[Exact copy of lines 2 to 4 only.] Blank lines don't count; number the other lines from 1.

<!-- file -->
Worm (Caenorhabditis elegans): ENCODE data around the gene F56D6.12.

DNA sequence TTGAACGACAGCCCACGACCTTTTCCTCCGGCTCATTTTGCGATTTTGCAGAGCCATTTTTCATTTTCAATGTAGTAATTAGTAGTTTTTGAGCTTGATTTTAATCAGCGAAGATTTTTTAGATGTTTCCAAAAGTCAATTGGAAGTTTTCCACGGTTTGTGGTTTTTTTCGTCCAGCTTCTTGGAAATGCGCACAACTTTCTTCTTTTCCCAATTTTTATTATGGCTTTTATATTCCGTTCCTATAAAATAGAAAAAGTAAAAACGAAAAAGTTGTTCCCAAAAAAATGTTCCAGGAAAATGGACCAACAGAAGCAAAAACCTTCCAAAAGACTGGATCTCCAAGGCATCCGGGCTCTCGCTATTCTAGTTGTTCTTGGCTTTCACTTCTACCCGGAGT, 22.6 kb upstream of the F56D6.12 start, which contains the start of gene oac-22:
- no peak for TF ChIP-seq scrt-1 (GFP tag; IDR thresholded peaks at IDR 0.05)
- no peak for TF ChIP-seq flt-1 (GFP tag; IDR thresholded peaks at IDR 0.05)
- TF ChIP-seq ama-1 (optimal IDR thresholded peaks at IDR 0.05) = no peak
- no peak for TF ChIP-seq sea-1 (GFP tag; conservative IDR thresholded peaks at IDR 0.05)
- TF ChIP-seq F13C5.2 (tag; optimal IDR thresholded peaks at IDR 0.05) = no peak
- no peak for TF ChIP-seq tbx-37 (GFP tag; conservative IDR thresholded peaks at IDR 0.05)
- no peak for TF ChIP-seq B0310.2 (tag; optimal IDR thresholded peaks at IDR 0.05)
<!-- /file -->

DNA sequence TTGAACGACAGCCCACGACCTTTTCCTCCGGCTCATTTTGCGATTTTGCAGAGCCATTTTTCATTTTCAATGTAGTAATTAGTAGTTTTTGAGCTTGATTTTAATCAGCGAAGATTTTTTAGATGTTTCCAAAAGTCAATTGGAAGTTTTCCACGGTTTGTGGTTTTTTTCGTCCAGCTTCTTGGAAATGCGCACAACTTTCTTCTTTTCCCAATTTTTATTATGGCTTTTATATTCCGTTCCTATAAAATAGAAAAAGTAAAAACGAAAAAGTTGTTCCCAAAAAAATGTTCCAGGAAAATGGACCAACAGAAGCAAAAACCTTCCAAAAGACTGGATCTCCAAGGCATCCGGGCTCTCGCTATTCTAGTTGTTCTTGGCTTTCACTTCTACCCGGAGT, 22.6 kb upstream of the F56D6.12 start, which contains the start of gene oac-22:
- no peak for TF ChIP-seq scrt-1 (GFP tag; IDR thresholded peaks at IDR 0.05)
- no peak for TF ChIP-seq flt-1 (GFP tag; IDR thresholded peaks at IDR 0.05)